For effort-driven planning, the best way to account for individual resource availability against the project standard calendar is by adjusting the resources’ availability by percent or by units as per your preference, not by applying resource calendars. This can occur at the time you make an assignment by adjusting it manually, or by taking advantage of the resource’s default value.
If you don’t care about collecting nonproject time, the simple solution is to set each resource’s individual availability to a percentage that allows for your anticipated average for nonproject work. If you want to collect nonproject work, there are both advantages and disadvantages to approaching it through a project plan rather than the nonproject time buckets provided in the system.
How you account or whether you account at all for nonproject time is important requisite information to setting the resource default value in the enterprise resource pool. In Chapter 10 when I discussed nonproject time a la Project Server, I noted that this decision had a potential impact in resource pool settings. This is it—time to make the decision.
The disadvantage of the nonproject time buckets captured by Project Server is that they escape scrutiny before updating to the database. The fact that they’re then invisible without custom coding or database modifications makes the choice of a project plan solution rather appealing. Whether you use one plan or a number of plans will depend upon who you want to approve the reported hours. Using a project plan(s) to collect nonproject hours from resources is an option if you understand the impact and manage it.
If resource managers are responsible for updating this type of information, a possible solution is to have each resource manager maintain a nonproject work plan. The point is to structure this to what works for your organization and what’s practical with the system. Remember that whoever is supposed to accept the updates must own the assignment in the plan to establish that flow. With that in mind, design accordingly.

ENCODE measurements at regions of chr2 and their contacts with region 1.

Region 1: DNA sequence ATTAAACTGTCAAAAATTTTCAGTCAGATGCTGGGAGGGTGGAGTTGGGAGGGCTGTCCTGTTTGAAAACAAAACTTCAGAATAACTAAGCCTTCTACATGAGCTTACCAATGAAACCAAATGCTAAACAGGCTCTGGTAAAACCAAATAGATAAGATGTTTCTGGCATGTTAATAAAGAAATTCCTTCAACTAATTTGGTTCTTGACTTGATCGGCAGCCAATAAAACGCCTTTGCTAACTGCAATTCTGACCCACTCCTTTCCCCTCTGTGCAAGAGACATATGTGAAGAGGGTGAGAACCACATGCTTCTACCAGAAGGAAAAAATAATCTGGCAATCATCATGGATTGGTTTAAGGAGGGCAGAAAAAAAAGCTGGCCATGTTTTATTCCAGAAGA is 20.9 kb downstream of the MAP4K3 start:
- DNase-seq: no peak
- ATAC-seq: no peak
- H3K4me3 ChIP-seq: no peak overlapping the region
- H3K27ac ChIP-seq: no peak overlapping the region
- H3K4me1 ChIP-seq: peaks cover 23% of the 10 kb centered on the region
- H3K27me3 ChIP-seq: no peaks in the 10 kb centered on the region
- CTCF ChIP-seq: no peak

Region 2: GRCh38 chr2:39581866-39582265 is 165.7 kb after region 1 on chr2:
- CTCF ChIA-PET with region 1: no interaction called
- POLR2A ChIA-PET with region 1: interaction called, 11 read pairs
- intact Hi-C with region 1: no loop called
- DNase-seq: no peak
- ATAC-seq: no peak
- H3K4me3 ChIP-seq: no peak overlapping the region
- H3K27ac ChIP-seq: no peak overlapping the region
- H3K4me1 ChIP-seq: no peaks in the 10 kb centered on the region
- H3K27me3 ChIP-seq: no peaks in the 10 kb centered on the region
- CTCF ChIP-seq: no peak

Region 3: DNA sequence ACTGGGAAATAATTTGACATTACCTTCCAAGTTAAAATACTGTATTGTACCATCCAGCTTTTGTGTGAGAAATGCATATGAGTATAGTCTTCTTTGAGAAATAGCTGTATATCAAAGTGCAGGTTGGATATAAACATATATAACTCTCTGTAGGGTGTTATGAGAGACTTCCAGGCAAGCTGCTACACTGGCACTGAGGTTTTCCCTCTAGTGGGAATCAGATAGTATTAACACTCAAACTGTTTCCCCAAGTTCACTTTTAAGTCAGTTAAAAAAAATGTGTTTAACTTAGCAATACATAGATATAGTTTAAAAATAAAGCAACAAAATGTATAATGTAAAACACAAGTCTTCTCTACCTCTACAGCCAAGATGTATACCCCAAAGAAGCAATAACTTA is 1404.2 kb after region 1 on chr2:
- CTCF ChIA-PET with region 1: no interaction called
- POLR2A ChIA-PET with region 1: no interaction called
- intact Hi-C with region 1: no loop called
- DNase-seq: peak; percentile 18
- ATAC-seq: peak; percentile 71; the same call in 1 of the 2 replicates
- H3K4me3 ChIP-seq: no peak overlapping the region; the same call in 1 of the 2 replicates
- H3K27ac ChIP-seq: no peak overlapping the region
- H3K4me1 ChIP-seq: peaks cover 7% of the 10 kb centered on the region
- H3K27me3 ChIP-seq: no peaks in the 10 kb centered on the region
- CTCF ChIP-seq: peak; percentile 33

I recommend taking a very simple approach to establishing maintenance tasks and keep these as generalized as possible. Try to limit the tasks to three or four maximum. A timesheet gets unfriendly when it scrolls too long. Consider the psychology of your users in making these decisions.
Structure the plan using fixed duration–type tasks. Make sure that your plan has an accounting-based time frame so that the start and end reflect a calendar or fiscal year—whichever is most appropriate for your situation. You can do this by using e-days for duration, which denote elapsed days in Project.
Assign the appropriate resources to the maintenance tasks in the plan so that the cumulative total of the maintenance tasks equal the percentage of resource time that you would otherwise have deducted for default availability had you chosen not to track nonproject work. In other words, if you would have normally discounted availability to 80% for the average user, make sure that your cumulative assignments sum to 20%. Of course, set resources default availability to 100% unless other factors apply. Resource assignments in this type of plan should be set to “demand” to avoid the possibility of being accidentally altered by the Resource Substitution Wizard. More on this later.